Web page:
Wednesday, November 23, 2016

Book Review – The Garden on Sunset by Martin Turnbull

I stumbled on the The Garden on Sunset by Martin Turnbull while I was trying to pad my Amazon Wish List for Christmas. I'd found a couple of books that I wanted including a collection of anecdotes about old Hollywood. In the Customers Who Bought This Item Also Bought section about two or three clicks back was a novel that caught my eye, Citizen Hollywood, historical fiction set in Golden Age Hollywood. To be honest, I've never read any historical fiction, ever, but this sounded interesting. 

Turns out Citizen Hollywood was the third book in a series now up to six (Hollywood’s Garden of Allah). I poked around a bit and found the title of the first book. I was in the mood to start something new, so I went out to look for it. I just hoped I'd be able to find the first book. I don't like reading things out of order. There's a good indy bookstore I frequent, Mysterious Galaxy. As the name implies, they specialize in mysteries and science fiction, so I thought I'd try B. Dalton first. They didn't have it, in the three fiction sections I tried. There was no one at the info desk, and the guy who looked like he worked  there seemed to be trying not notice me. I gave up and went to Mysterious Galaxy. They didn't have it either but were happy to order it. I'd just as soon give them my business anyway. It showed up the day before I planned to take the train up to L.A., a good way to jump into a new book.

The Garden on Sunset was a pretty fast read, I got through about a third of it on the train up and back and finished a couple days later. The story centers on the struggles of three characters (what follows is just a little more than what you'd find on the back cover, so don't worry about spoilers):

  • Marcus Adler comes from a small town in Pennsylvania. After his father catches him with his pants down, literally, with another man, he comes to the only place he can think to go, the home of silent film star, Alla Nazamova. She had visited him in the hospital when he was sick as a kid and told him to look her up if he ever came to Hollywood. He arrives to find that her house has been turned into a hotel, the Garden of Allah.
  • Kathryn Massey has recently left home as well, all of 9 blocks away, to get away from her domineering mother. She meets Marcus when she trips over Marcus, tying his shoe, sending the two of them into the pool. They soon meet another new arrival at the Garden of Allah.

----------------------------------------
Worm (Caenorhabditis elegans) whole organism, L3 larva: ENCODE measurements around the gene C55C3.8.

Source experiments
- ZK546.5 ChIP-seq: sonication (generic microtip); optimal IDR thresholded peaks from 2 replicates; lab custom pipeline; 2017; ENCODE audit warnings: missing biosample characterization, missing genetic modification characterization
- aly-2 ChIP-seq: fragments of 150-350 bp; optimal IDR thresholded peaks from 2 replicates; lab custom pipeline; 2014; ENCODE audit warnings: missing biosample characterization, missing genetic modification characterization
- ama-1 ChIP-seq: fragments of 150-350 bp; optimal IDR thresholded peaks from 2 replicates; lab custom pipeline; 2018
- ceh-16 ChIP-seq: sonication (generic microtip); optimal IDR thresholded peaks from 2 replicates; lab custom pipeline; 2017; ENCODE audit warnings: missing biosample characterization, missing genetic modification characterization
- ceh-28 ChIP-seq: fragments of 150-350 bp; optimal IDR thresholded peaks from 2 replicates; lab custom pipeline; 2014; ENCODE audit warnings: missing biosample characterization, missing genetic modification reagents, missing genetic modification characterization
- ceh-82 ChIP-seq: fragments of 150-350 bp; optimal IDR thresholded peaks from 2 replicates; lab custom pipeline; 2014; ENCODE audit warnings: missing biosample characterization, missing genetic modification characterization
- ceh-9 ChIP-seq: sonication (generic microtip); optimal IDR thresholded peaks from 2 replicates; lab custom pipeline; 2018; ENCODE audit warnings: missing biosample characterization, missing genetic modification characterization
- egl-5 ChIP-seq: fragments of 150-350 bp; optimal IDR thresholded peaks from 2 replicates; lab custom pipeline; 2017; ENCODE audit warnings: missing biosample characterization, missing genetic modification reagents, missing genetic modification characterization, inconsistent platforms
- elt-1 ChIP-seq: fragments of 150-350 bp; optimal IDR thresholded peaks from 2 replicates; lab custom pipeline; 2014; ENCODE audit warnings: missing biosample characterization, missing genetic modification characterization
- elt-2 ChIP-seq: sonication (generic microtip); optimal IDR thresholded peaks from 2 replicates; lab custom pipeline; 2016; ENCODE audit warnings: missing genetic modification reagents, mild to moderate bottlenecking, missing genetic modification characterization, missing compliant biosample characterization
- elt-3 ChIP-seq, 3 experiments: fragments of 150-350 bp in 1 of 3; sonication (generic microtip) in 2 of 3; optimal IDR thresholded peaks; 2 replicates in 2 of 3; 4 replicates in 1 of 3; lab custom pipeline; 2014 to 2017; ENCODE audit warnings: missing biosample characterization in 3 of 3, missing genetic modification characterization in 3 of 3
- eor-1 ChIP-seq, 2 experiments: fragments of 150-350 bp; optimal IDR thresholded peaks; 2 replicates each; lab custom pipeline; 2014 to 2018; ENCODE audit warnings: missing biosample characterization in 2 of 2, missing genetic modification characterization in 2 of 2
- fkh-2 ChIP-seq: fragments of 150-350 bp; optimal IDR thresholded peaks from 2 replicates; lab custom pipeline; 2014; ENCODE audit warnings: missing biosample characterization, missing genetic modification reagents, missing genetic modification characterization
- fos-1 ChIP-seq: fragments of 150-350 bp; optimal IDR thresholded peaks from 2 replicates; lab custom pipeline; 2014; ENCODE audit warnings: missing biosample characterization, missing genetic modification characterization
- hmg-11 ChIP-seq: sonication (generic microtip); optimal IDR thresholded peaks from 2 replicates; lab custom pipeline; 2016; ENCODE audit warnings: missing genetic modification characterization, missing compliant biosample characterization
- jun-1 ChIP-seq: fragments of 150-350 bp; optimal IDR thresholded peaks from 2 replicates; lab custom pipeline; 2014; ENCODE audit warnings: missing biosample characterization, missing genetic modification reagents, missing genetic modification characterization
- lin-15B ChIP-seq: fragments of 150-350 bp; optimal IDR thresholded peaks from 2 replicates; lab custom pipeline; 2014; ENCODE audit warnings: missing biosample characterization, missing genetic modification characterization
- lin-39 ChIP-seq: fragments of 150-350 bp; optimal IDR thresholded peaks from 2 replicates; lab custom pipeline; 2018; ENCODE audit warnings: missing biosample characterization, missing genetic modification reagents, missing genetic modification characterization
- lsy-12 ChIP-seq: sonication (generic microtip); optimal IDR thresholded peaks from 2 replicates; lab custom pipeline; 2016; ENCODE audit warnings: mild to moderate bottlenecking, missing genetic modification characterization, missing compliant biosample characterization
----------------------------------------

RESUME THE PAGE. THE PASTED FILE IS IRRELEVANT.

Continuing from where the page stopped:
• Gwendolyn Brick is a native of the other Hollywood, the one in Florida. She has come to Hollywood after her mother died, and her brother has joined the Navy. 

The trio end up living at the Garden of Allah, a place where Hollywood's elite and wanna-be elite gather for the legendary parties around the pool. The Garden on Sunset covers about a 7-year period from 1927 (the winter before the release of The Jazz Singer) to roughly mid-1934 (people are talking about the Catholic League of Decency, end of the the Pre-Code era, by the end of the book). At first, that seems like a long time for a 300-page book, but all three of them are trying to make it in Hollywood, and almost the entire book is them getting jobs, meeting people, making contacts, and trying to make their way in Tinsel Town.

It's a fun read, as the trio hobnobs with the likes of Tullulah Bankhead, Ramon Navarro, Errol Flynn, and George Cukor. They all are trying make it different ways. Marcus and Kathryn are both writers. After seeing The Jazz Singer and an off-handed remark about Hollywood needing writers if talkies take off, Marcus decides he wants to write pictures. Kathyrn is more into journalism and spends much of the book stalking William Wilkerson, trying to land a job at the newly created trade paper, the Hollywood Reporter. Of the three, Gwendolyn wants to act and has the toughest time, having to navigate the mine field of agents, producers, and talent scouts, most of whom are more interested in getting laid than discovering the next big star. 

Through all of this, the trio finds themselves at places like the Cocoanut Grove, The Brown Derby, a gambling ship, speakeasies, and cattle calls, not to mention the ever-present Garden of Allah parties. I was often tempted to google people they met and things that were happening, but mostly resisted. The couple of times I did succumb, I found what was going on in the book jived with what the Internet was telling me. 

The one thing I found a little weird about the book was that it took you up to, but not including the sex. Characters would start a sex scene and then the next paragraph they were done. You would be like, did I miss something? In a way, I can see why the author did it this way. People are pretty hung up on sex, and considering you have both gay and straight characters, maybe he thought it would be weird to have both gay and straight sex scenes in the same book. 

It's not a big deal to me. I just seemed odd, but not enough to keep me from recommending the book. It did give a you the feel of what it was like to be in Hollywood in its heyday in an entertaining way. I glanced at a couple reviews, and it seems that the other books in the series are good as well, so I ordered the next two. It's a fun read, and I heartily recommend it to anyone into old movies.

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